Secure and trustable credit reports on the blockchain


Credittrust is a blockchain-based credit report service that provides trustable credit reports to Swiss private clients. They are highly rated because of three aspects:

  • High data security

  • Large data source

  • Instant verification

The MVP is a joint venture between Blockfactory ( and Intrum & CRIF. They provide the credit data and BlockFactory provides the technical solution and design.

🔍 Problem

Currently, it's very hard to verify and check the validity of a credit report. Anyone could forge it and it would be difficult to check.

✨ Solution

We made sure the Credit Report can be verified on authenticity by a drag-and-drop mechanism to validate the file's digital signature of the document on the Ethereum blockchain. This means that there's only one original document, and even the slightest change to it would alter its digital signature. Recipients would be able to instantly verify the Credit Report at any time.

This credit report has several uses such as applying for bank loans and providing proof of creditworthiness when applying for a rental apartment.


  • Adobe XD


  • 1 UX UI designer

  • 1 Product manager

My Role

  • Branding

  • Visual design

  • UX

  • UI

  • Interaction design

  • Animations


  • 12+ weeks

My Design Process

Branding & Visual design

The branding of this project needed to be ageless because the target audience is so diverse. That’s why we chose illustrations over photos for the landing page. As an overall image, I decided that this application should have a fresh look that breathes innovation as this credit report is in every way an improvement over the competitors.



For the logo, we went for a blocked C shape with a light blue check mark. Blue is considered a professional color, but using it in a light tone helps to add youthfulness. The same rules apply to square and round shapes, square shapes are more professional, and rounded shapes are more playful (just look at the difference between the logos of Microsoft, Google, and Apple). The use of gradients also helps to give a more innovative impression. It removes some of the seriousness, which is exactly what we were striving for in this project. Additionally, to emphasize the link between the brand and the website (which uses a .ch domain) we added the .ch to the logo in a neutral color.

Visual and icons

We use a small descriptive illustration on the main landing page keeping the focus on the title, the highlights, and the price. Throughout the process, we use subtle line icons to give visual reinforcement to some elements while keeping the focus on the process.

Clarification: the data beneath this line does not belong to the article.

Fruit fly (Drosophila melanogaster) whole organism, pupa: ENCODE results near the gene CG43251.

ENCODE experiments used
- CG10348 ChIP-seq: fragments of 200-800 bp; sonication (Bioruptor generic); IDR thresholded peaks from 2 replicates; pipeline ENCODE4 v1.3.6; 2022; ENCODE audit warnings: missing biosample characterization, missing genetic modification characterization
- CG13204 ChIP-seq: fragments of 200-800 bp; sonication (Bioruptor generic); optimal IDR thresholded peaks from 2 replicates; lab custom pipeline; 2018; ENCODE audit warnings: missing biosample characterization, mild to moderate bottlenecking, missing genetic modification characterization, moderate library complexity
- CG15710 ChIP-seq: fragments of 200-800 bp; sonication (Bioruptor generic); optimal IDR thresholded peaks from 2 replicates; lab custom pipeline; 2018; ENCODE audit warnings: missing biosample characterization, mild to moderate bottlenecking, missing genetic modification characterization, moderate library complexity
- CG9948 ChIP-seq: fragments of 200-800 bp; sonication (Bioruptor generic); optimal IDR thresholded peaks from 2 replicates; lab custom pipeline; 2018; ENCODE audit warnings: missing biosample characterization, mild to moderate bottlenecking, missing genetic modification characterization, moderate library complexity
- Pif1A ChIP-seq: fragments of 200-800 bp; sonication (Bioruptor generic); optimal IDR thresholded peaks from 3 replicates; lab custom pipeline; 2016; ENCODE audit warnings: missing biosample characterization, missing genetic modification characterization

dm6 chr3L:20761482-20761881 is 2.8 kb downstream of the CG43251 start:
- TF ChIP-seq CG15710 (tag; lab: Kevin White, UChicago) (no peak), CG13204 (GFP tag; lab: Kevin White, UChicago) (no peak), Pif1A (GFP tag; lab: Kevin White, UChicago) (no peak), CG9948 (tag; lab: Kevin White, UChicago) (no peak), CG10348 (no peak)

Research, problems, and solutions

For this process, we initially wanted to capture and verify the email address at the start, as many processes do. The main reason for this is that we didn’t want to have sensitive information sent to the wrong email addresses. However, as this process is more comparable to e-commerce checkout than to account creation, we were committed to finding a way to remove this initial hurdle, remove email verification and lower the rate of wrongfully input email addresses.

How did we do this? By changing the file’s primary delivery method from email to download button. The vast majority of people will click the obvious download button after payment, covering the file delivery for over 90%. For the remaining 10% there is a secondary call to action allowing the delivery method to email. This button will make the user input their email address, but this time (after payment) the user will be a lot more committed to inputting their correct email address, with no mistakes.

The result is as follows: lower error rate on emails, lower initial hurdles for the user to complete, making the process easier, a higher delivery rate of documents and because of the lower hurdles: a higher amount of total sold documents and a higher completion rate. All thanks to not capturing the email of the client as a first step. For a lot of companies, this would be a requirement for re-marketing, email lists, and other user-unfriendly practices. However, this makes the brand unpopular and, by forcing their business logic on users, actually makes them sell less.


Capturing the identity